NEW YORK AOL Inc's AOL.N quarterly revenue fell 26 percent because of steep declines in search and display advertising but its top executive indicated growth could return next year.
AOL shares rose as much as high as 9 percent in morning trade on Wednesday after Chief Executive Tim Armstrong's comments.
"I would hope AOL is growing at industry advertising rates at the second half of 2011," he said on a conference call with analysts.
Armstrong has been trying to turnaround the company, known for its dial-up Internet access business, into an media and entertainment powerhouse.
While AOL's third-quarter profit rose more than expected, it has struggled to boost its ad revenue throughout the year.
"The market reaction is a little surprising to me," said Clayton Moran, an analyst with the Benchmark Co. "(There) is still evidence of meaningful decline in the business and it wasn't significantly better than prior projections.
"I think it's a little bit aggressive to give AOL the benefit of the doubt at this point in time," Moran said.
The steep decline in revenue suggests that the company still needs to attract advertisers willing to spend big on the website. Advertising revenue fell 27 percent to $292.8 million on declines in search, display and third-party ads.
Overall, revenue fell to $563.5 million, compared with the $557 million analysts polled by Thomson Reuters I/B/E/S had expected.
By contrast, far larger web rival Google Inc (GOOG.O) reported a sharp rise in search and display advertising revenue, while Yahoo Inc (YHOO.O) showed stronger display advertising sales.
AOL's subscription revenue also dropped, falling 26 percent to $244.8 million.
Earnings from continuing operations totaled 93 cents a share.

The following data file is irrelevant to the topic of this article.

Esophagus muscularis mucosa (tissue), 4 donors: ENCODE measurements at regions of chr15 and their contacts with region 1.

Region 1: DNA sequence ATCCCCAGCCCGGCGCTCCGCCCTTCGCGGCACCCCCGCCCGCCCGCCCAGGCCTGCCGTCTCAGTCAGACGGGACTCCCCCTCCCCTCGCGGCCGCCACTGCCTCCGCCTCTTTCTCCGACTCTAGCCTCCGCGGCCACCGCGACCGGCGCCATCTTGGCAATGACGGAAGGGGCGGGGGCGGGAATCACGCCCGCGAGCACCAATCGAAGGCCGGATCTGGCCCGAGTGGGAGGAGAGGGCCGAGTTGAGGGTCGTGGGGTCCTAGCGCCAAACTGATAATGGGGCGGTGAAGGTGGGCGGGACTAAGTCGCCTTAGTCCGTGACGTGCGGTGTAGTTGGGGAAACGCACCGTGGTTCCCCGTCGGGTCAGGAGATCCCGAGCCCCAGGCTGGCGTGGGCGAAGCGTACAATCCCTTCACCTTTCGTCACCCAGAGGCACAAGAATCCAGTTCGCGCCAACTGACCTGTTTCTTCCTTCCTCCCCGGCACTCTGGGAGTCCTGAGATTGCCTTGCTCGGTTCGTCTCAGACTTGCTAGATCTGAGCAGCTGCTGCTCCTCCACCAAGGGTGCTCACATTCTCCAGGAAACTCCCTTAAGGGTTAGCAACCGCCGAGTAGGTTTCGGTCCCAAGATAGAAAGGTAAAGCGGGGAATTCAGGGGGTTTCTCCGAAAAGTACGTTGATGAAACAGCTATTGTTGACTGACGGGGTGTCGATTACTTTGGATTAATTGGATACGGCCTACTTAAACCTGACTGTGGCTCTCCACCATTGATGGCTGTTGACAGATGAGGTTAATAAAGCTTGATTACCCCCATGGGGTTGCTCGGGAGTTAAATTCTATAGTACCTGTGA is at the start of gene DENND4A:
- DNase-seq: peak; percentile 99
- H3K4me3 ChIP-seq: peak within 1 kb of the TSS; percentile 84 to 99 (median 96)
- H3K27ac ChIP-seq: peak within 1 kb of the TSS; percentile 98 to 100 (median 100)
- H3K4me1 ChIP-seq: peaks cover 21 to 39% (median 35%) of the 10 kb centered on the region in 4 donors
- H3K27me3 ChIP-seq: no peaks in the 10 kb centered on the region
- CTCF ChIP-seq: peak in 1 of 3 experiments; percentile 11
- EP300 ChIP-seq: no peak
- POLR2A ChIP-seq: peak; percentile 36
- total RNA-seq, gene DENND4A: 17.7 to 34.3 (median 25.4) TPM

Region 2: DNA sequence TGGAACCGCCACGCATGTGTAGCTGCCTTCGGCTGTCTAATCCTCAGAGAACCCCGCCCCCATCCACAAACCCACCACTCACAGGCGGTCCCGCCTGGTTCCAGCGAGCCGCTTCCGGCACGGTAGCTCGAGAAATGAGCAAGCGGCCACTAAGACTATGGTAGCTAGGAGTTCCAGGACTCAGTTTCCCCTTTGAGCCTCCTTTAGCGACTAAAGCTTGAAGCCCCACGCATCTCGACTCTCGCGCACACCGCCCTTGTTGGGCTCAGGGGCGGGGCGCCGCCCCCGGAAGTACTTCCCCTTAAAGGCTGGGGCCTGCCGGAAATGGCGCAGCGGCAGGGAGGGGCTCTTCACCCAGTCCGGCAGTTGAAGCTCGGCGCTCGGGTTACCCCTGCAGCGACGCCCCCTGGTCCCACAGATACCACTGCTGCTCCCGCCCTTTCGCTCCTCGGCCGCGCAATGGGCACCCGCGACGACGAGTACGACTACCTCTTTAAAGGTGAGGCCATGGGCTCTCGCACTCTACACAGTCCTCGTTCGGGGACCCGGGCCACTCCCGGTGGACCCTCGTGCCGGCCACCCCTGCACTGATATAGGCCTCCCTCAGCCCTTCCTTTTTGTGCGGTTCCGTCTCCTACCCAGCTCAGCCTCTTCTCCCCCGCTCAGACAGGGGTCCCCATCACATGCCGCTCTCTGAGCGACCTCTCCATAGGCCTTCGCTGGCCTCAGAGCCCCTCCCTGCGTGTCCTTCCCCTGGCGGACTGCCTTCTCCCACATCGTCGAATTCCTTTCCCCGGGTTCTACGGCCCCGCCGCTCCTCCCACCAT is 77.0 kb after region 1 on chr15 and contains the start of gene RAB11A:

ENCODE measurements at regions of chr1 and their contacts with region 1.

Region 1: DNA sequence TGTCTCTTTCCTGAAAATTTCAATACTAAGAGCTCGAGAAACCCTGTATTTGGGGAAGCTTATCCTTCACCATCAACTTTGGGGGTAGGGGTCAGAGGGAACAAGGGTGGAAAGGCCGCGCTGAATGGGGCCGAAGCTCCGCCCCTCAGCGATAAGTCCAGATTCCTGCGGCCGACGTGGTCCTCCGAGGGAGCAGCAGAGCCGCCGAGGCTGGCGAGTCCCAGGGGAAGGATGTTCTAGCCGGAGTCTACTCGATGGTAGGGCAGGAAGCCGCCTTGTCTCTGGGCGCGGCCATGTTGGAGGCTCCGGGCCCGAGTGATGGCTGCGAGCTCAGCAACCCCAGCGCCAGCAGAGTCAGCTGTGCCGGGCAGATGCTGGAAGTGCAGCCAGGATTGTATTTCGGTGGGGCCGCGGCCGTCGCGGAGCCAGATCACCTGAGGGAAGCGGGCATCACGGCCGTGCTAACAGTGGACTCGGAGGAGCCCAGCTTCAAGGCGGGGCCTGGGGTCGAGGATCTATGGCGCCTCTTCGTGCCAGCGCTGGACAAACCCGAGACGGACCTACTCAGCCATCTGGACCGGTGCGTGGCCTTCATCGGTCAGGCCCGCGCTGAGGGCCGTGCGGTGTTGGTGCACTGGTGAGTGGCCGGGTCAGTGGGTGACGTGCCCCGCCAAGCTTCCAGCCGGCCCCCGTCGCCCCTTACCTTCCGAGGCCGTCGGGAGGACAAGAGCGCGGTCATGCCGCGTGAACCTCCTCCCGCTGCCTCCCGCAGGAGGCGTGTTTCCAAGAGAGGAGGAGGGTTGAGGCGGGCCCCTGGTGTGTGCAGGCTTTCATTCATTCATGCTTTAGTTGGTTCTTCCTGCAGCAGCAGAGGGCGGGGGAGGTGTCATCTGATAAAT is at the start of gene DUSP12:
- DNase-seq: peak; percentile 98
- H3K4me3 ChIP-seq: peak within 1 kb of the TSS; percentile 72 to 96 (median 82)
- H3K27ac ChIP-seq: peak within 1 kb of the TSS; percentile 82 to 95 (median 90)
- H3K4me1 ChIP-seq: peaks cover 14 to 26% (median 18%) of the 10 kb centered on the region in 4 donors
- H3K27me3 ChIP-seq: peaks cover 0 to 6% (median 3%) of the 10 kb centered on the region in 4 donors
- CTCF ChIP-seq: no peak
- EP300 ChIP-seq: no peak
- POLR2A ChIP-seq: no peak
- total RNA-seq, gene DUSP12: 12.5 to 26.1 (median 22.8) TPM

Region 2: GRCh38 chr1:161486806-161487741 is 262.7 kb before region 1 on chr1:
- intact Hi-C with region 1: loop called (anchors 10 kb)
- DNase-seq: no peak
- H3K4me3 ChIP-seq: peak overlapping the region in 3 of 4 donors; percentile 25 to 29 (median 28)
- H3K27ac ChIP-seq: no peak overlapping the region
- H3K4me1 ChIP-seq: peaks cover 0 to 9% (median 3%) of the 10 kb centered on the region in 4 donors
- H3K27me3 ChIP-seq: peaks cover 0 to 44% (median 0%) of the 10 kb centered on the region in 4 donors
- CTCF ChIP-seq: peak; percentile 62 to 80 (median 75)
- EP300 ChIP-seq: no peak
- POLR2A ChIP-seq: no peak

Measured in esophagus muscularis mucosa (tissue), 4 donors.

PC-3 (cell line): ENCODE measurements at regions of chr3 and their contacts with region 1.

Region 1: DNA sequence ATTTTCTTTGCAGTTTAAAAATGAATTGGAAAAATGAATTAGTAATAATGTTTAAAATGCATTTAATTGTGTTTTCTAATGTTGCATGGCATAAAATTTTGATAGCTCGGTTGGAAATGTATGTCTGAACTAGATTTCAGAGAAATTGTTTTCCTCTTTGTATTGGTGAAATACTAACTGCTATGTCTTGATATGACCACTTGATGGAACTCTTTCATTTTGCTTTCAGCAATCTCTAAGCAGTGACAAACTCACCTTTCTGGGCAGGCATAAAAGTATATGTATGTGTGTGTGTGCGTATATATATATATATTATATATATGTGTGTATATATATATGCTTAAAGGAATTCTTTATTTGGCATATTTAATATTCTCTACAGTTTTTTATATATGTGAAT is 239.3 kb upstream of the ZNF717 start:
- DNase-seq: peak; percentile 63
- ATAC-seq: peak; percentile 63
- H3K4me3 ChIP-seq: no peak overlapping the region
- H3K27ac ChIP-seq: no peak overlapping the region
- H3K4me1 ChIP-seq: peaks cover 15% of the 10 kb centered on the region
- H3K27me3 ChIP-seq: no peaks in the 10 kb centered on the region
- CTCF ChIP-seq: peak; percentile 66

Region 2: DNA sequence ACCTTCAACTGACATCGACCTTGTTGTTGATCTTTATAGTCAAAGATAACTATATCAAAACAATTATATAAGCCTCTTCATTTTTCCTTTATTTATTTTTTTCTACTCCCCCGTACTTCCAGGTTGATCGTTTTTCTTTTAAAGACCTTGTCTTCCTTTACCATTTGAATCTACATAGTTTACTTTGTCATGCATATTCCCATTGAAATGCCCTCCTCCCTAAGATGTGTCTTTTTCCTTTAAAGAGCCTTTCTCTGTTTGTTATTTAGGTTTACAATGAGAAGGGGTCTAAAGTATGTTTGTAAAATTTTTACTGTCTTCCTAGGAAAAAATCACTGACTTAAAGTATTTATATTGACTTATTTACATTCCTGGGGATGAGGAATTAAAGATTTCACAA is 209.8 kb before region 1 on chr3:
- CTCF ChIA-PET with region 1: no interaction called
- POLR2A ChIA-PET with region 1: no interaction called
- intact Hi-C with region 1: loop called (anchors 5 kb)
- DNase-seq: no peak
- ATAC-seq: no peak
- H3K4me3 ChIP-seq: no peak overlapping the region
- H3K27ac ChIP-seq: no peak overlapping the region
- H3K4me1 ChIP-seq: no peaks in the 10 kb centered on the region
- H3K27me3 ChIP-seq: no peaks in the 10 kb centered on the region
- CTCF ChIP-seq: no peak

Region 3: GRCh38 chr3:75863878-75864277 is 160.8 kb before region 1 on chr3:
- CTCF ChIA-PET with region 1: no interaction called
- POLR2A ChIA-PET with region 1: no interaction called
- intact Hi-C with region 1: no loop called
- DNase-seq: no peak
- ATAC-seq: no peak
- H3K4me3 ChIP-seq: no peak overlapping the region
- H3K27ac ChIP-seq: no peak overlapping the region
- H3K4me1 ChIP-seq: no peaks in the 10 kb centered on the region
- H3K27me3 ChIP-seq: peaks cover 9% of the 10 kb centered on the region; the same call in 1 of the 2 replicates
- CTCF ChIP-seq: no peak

As a stand-alone company, AOL has been immersed in a blur of sales, launches and acquisitions, including purchasing the influential technology blog TechCruch for about $30 million.
The company committed $50 million to build out Patch, a network of local community sites totaling 500 this year.
In recent days it introduced a redesign of its home page where video plays a starring role. The company also released new platform Project Devil that incorporates bigger cleaner ad formats into the site.
AOL's income rose to $171.6 million, or $1.60 per share, helped by asset sales, including its investment in Kayak and its ICQ operations. In the year-earlier period, it posted income of $74 million, or 70 cents a share.
When discontinued operations and other one-time items are taken into account, AOL earned 82 cents a share in the quarter, surpassing the 48 cents a share analysts had expected, according to Thomson Reuters I/B/E/S.
Shares of AOL are up $1.46 to $26.75 in morning trade on the New York Stock Exchange.
(Reporting by Jennifer Saba and Paul Thomasch; Editing by Lisa Von Ahn and Derek Caney)